February 16, 1928

SPECIAL COMMITTEE TO INQUIRE INTO QUESTIONS CONCERNING RETURNED MEN AND DEPENDANTS

LIB

William Lyon Mackenzie King (Prime Minister; President of the Privy Council; Secretary of State for External Affairs)

Liberal

Right Hon. W. L. MACKENZIE KING (Prime Minister):

A special committee was

appointed yesterday to consider problems affecting returned soldiers. The number comprising the committee was fixed at seventeen. Apparently seventeen is an infraction of the rule, which would limit the number to fifteen. 1 move, therefore:

That the provision of standing order No. 65, under which no special committee may, without leave of the house, consist of more than fifteen members, be suspended in connection with the resolution passed by this house on February 15, appointing the special committee on pensions and returned soldiers' problems.

Topic:   SPECIAL COMMITTEE TO INQUIRE INTO QUESTIONS CONCERNING RETURNED MEN AND DEPENDANTS
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Motion agreed to.


CRIMINAL CODE AMENDMENT


Mr. E. R. E. CHEVRIER (Ottawa) moved for leave to introduce Bill No. 45, to amend the criminal code (greyhound races). He said: The object of the bill is to amend the criminal code for the purpose of placing greyhound racing on the same basis as horse racing as now carried on in Canada. Motion agreed to and bill read the first time.


QUESTIONS


(Questions answered orally are indicated by an asterisk).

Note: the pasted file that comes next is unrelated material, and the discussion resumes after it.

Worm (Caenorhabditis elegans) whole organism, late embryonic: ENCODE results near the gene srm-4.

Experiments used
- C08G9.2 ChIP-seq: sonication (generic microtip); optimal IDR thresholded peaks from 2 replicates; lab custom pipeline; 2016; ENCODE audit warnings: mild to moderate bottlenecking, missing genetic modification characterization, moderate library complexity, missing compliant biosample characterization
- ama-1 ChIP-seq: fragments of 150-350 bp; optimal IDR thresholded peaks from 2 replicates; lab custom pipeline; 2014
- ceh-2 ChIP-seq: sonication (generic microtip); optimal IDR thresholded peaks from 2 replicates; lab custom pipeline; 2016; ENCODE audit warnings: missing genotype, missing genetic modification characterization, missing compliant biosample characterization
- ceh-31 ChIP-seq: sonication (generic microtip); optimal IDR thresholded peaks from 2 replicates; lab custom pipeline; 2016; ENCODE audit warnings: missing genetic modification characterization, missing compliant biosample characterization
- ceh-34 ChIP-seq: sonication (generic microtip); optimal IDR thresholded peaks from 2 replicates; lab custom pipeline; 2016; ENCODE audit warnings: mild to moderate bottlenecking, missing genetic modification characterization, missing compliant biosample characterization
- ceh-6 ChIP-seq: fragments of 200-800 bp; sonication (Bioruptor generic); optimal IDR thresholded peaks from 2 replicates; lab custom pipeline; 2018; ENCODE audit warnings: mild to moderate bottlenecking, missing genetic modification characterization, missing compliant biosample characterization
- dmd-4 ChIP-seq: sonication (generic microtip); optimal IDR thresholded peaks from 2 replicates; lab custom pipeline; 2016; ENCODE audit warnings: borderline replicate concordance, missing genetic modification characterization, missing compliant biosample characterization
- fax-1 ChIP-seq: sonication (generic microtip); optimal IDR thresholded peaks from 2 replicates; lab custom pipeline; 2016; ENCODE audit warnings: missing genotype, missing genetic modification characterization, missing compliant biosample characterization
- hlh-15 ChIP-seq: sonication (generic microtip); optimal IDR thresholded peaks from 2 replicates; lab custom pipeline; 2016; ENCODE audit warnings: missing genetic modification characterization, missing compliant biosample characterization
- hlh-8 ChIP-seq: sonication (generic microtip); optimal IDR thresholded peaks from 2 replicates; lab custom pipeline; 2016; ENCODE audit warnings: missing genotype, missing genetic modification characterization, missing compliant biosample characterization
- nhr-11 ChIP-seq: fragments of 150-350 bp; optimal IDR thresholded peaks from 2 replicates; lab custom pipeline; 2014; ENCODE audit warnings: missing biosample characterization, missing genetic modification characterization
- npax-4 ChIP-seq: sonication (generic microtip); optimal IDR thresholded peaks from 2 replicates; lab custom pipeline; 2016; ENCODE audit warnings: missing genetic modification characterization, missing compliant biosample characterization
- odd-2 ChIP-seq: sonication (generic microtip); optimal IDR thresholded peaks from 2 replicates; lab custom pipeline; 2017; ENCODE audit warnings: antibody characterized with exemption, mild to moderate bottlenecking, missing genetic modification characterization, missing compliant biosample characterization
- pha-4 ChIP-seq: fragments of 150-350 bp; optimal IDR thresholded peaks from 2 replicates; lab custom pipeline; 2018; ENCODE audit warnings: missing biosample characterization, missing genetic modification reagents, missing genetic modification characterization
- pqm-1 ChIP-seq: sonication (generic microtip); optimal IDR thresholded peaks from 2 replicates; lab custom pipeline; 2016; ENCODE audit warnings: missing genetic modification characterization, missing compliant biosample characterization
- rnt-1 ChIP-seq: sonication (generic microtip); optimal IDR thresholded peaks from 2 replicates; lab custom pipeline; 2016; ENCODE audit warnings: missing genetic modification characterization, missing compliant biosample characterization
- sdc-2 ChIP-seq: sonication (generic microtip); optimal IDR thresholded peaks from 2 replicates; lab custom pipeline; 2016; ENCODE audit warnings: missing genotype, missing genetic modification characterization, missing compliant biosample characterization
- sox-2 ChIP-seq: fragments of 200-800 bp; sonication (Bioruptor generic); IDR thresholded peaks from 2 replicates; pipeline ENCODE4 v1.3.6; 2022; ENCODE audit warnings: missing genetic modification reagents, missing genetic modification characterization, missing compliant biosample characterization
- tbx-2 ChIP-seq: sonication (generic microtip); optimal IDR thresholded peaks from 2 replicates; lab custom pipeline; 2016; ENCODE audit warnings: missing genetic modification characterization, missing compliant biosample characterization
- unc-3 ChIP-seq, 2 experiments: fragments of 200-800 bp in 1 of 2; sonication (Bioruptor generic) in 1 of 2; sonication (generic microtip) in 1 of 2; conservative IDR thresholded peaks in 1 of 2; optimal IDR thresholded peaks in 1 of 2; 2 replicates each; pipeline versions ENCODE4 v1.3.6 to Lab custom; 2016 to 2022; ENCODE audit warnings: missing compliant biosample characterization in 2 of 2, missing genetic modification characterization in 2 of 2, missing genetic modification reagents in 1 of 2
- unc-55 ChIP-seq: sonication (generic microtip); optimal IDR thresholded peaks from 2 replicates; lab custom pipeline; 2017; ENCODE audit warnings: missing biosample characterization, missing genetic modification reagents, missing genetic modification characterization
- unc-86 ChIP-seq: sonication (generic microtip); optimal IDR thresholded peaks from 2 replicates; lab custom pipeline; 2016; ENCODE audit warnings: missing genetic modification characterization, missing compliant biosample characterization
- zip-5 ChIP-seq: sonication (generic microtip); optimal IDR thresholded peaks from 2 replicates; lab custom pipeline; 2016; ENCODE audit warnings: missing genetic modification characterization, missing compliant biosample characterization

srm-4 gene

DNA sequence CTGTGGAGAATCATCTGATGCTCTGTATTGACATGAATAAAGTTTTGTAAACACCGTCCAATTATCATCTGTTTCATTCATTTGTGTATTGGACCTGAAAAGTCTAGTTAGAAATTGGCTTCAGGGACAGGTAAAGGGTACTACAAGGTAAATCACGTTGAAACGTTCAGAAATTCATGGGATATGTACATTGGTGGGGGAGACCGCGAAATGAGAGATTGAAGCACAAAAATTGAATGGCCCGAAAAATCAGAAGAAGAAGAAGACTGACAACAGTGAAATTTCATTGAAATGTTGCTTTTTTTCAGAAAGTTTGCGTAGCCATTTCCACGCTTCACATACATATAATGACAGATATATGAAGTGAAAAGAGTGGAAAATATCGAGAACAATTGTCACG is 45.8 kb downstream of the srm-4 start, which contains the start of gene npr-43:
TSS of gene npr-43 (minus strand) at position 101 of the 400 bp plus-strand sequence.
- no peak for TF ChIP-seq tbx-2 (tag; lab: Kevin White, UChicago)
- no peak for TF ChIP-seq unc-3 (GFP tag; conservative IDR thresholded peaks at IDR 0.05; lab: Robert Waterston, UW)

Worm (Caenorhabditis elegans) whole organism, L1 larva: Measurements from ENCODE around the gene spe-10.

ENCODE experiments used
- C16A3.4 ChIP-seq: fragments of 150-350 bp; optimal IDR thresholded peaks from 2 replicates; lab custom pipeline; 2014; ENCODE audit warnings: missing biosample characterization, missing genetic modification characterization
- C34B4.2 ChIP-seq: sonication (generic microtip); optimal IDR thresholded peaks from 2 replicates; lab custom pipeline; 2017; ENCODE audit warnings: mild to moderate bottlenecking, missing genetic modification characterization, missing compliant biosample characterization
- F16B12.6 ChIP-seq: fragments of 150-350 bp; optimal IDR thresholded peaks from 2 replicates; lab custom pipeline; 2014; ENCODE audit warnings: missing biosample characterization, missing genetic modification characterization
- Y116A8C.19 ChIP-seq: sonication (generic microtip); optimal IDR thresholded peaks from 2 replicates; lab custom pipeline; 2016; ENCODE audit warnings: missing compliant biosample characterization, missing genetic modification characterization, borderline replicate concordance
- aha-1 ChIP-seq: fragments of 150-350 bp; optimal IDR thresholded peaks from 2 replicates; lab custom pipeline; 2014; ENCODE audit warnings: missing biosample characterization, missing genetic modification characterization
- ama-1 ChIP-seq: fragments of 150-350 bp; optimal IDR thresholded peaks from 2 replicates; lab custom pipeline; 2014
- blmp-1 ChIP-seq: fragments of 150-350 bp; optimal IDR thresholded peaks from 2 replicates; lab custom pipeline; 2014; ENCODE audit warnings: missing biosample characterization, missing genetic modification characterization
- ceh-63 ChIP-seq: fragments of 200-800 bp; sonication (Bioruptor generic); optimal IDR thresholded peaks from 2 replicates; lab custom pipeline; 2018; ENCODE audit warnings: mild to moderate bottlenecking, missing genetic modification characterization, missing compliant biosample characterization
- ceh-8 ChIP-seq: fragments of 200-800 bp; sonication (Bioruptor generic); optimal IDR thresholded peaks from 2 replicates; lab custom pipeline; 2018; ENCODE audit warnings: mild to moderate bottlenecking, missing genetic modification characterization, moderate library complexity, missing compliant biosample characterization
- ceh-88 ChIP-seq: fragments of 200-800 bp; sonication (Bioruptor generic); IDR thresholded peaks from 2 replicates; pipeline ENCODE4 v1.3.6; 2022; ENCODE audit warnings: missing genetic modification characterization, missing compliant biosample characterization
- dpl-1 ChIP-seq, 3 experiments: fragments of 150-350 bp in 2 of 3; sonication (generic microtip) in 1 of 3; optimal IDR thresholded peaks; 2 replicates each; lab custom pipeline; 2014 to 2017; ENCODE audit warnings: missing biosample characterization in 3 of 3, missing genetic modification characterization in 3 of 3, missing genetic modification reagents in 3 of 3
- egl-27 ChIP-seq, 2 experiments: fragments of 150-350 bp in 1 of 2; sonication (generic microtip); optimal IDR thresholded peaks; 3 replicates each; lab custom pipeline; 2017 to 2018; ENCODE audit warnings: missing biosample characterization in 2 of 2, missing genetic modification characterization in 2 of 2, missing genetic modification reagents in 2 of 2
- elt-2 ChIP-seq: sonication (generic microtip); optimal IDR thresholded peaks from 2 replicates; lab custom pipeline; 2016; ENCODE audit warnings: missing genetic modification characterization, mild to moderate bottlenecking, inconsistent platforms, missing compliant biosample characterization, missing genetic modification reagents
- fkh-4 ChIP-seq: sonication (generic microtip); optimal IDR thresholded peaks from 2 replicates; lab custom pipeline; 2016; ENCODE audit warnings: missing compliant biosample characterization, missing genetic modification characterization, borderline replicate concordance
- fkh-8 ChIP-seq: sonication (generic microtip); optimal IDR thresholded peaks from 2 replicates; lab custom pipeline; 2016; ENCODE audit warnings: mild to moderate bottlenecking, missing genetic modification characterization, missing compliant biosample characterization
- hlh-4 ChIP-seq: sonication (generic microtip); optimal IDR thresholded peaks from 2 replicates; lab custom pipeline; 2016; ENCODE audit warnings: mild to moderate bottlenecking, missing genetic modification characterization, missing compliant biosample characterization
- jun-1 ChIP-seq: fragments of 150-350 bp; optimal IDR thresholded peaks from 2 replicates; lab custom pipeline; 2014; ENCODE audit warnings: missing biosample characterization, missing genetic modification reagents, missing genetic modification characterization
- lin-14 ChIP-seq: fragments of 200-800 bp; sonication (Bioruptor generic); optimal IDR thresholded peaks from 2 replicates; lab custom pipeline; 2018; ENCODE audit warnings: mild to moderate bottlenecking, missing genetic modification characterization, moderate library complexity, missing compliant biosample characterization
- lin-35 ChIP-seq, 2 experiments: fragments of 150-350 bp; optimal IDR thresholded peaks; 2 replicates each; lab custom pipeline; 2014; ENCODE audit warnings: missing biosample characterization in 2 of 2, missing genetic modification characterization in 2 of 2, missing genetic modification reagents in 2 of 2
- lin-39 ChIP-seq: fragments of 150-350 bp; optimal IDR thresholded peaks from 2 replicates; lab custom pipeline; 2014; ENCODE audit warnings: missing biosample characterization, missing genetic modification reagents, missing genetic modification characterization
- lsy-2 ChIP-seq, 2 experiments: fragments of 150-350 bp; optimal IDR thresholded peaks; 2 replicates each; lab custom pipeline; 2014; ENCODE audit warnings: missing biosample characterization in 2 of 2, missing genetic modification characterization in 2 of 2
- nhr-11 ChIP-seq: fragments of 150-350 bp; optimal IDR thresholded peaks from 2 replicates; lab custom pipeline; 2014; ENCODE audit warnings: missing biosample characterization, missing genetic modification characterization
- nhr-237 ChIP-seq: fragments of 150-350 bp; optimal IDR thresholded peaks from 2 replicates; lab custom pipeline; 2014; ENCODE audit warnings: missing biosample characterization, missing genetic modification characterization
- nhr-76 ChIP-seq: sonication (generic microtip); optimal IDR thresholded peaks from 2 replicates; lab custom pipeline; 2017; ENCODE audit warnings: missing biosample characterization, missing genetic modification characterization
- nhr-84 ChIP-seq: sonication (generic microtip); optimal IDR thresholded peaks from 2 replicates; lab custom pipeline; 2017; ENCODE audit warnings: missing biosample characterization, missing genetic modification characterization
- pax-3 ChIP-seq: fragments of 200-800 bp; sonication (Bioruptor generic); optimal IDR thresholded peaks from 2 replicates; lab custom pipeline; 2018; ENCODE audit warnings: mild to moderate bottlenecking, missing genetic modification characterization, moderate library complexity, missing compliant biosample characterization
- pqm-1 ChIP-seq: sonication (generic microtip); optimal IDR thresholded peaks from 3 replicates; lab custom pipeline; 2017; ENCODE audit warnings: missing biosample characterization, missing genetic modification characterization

BUTTER IMPORTATIONS

LIB

Mr. CAYLEY:

Liberal

1. From what countries is butter being imported into Canada?

2. How many pounds were received from each country ?

3. What was the increase of total imports of butter in 1927 over 1926?

4. What were Canadian and British prices of butter for 1927?

5. How many pounds of butter were exported out of Canada in 1925, 1926 and 1927, respectively ?

6. Can butter be produced more cheaply in countries exporting butter to Canada than in Canada? If so, why?

Topic:   QUESTIONS
Subtopic:   BUTTER IMPORTATIONS
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LIB

Louis Édouard Fernand Rinfret (Secretary of State of Canada)

Liberal

Mr. RINFRET:

1, 2 and 3.

Quantity of Butter imported into Canada, by countries, years ended December 31, 1926 and 1927, with increase or decrease, 1927 compared with 1926.

Years ended December 31 Increase + Decrease-1926 1927 1927 compared with 1926Countries from which Imported Pounds Pounds PoundsUnited Kingdom 2,798,697 2,007,830 . - 790,867United States 99.127 104,236 + 5,10962.720 - 62,720Australia 2,995,740 376,096 - 2,619,6448 - 8448 - - 448Fiji 4,760 + 4,760Italy 9 4- 9Newfoundland 110 410 + 300New Zealand 3,193,382 8,714,985 + 5,521,603Syria 1.650 490 - 1,160Trinidad and Tobago 3 + 3Total imports 9,151,882 11,208,819 + 2,056,937

4.

Butter-wholesale prices at Montreal for 1927. (Quotations middle of Month)

1927 Cents per pound

January 43

February 42

March 46

April 39

May 38

June 36

July 36

August 38

September 41

October 42

November., 40

December 40

Privilege-Mr. Woodsworth

Butter-wholesale quotations London, England (Commercial Times) (Middle of Month).

1927 Argentine Dutch New Zealand Danish

Converted at Pai [DOT] to cents per pound